Germans buy 7.7% less food to support the rise in prices in the supermarket

Rosalia SanchezCONTINUE
Updated:06/02/2022 14:02h
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During the first months of price increases, the behavior of German consumers underwent only superficial changes. The savings accumulated during the long months of the pandemic, in which economic activity was considerably reduced, served as a cushion and a means to carry out purchases and long-deferred projects. But that mattress is over and the change in consumption habits has now taken place radically. And it affects more the sectors in which the rise in prices is more pronounced. In one month, from March to April, the turnover of grocery stores collapsed by 7.7%, according to what has just been published by the Federal Statistical Office.

As a whole, German retail sales have reduced their turnover by 4.7% compared to the previous month.

“Real sales reached the lowest level since February 2021”, reports Destatis about a period in which economists expected an average decrease of only 0.2%, “it is the biggest monthly drop in sales since the start of the time series in 1994.

“I just buy less, less treats. I buy only what is strictly necessary because, if not, I have to give up 8% of my salary. I try to minimize that percentage by buying less, ”explains a nurse at the door of an Edeka supermarket in the Mitte district of Berlin. «I have changed the brand of coffee and butter. Also detergent. I have switched to the cheapest ones because with the rise in prices the pension is narrowing », says Helena, a retiree, on her part. "The only way to stay on budget is to buy more pasta and less protein, but I have to because prices are going to keep going up and we'll have to keep eating," adds a mother.

No one doubts that the cause of this change in the consumption model is due to inflation: 7.9%, which has not been seen since the 1970s. The Economy Minister, Robewrt Habeck, has anticipated that prices will not begin to down until at least a year from now and until then they will continue to rise. Analysts expect inflation to continue rising above 10% until the end of the year. This is estimated, for example, by a study by Allianz Trade.

German trade is further hampered by problems in supply chains. If in April 6.1% of companies declared themselves affected by this problem in a survey by the Ifo institute, in May the percentage is 80.1%. The Farmers' Federation has renewed its demand for higher food prices: "We urgently need higher sales income to be able to continue doing business," justified its president, Joachim Rukwied, on behalf of a sector that is in turn very affected by the rise in energy prices.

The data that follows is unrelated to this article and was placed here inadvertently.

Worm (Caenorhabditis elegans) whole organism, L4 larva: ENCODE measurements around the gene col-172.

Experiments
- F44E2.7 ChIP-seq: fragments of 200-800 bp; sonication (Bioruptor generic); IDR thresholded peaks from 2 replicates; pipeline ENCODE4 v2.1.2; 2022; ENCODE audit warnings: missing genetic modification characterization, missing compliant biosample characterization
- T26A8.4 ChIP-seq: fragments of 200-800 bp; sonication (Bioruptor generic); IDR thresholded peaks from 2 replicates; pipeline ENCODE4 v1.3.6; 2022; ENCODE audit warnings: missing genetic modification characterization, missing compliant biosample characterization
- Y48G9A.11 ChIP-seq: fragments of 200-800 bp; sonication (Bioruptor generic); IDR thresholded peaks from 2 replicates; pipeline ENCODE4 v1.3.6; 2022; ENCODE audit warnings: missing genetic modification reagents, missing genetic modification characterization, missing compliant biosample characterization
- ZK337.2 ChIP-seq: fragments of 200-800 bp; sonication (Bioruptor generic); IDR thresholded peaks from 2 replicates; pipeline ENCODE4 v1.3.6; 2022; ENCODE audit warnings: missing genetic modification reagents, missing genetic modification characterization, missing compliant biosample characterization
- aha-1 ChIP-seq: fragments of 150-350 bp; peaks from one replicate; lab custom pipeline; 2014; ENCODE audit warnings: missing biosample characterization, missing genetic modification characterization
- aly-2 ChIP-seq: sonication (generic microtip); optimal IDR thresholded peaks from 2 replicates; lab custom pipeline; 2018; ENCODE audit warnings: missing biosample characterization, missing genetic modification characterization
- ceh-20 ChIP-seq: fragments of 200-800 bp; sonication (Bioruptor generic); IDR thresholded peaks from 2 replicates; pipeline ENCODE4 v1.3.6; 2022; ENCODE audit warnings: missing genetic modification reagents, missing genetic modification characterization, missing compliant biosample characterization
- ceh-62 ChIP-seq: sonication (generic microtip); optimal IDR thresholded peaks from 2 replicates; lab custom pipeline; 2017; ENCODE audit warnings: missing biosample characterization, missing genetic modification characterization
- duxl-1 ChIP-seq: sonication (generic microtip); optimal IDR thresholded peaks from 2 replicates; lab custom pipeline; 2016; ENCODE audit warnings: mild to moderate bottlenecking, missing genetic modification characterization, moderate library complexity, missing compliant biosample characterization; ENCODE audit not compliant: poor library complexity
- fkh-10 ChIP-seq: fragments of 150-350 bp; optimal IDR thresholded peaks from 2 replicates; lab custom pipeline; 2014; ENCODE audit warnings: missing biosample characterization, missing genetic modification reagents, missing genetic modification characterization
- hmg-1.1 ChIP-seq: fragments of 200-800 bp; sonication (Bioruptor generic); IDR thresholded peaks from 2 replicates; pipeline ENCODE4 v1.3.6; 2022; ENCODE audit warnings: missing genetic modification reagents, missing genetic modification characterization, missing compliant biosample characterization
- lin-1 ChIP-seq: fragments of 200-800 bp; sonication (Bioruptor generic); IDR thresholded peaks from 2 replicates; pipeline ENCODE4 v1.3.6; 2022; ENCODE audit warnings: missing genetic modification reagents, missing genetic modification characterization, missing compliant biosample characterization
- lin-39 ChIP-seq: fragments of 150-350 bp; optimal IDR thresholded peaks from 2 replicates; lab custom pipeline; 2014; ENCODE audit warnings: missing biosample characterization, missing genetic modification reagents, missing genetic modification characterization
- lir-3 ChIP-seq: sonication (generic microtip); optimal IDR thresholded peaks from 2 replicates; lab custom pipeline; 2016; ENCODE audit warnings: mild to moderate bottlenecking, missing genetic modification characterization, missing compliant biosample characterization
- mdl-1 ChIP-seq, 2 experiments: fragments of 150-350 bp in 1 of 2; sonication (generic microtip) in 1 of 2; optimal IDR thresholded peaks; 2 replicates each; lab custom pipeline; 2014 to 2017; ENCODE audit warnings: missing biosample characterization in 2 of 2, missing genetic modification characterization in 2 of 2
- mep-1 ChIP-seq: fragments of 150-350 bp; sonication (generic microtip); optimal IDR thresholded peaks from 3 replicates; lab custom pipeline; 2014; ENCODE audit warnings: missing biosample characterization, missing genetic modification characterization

"These massive cost increases cannot be borne by farmers alone, they must also be passed on to consumers," he said, and the large supermarket chains react quickly by changing their strategy. "In view of the high rate of inflation, many customers are becoming more price sensitive," confirms an Edeka spokesperson, "we are finding that the majority are switching from branded products to private labels."

The Aldi chain, which had invested in more attractive stores and in issues such as animal welfare in recent years, now decides to focus again on cheap own brands in its communication, while its competitor Lidl has launched a campaign in which it distributes prizes to buy free. The price is again the main argument, if not the only one, instead of the green labels. Egg farmers report, for example, that there is little demand for organic and free-range eggs, hurting those farmers who produce to higher standards. Organic meat is also proving difficult to sell.

The German Retail Association (HDE) recorded 20% fewer visitors to stores in May. “Retail remains in crisis mode. Although the pandemic is not over yet, the economic impact of the Russian war in Ukraine poses additional challenges for the sector that we still do not know how to solve, because the consumer has been buying significantly less than before for weeks," explains the executive director of HDE, Stefan Genth. And this trend also affects online commerce, which during the pandemic did not experience a crisis, but rather a period of increased sales. Fashion retailer Zalando, for example, has reported for the first time in the first quarter that it has not increased its turnover, compared to the previous year. Also Otto's boss, Alexander Birken, warned this week that the company will earn less this year than previously expected, due to customer reluctance. "The flaws are big," he attests.

Minister Habeck has launched a "concerted action" involving parties, employers and unions as an opportunity to jointly combat inflation. "We must prevent inflation from leading to a recession", he pointed out after the first meeting of the "Alliance for the Future of Industry". “If we turn it into a deep economic crisis, we will have done everything wrong,” he has sentenced.

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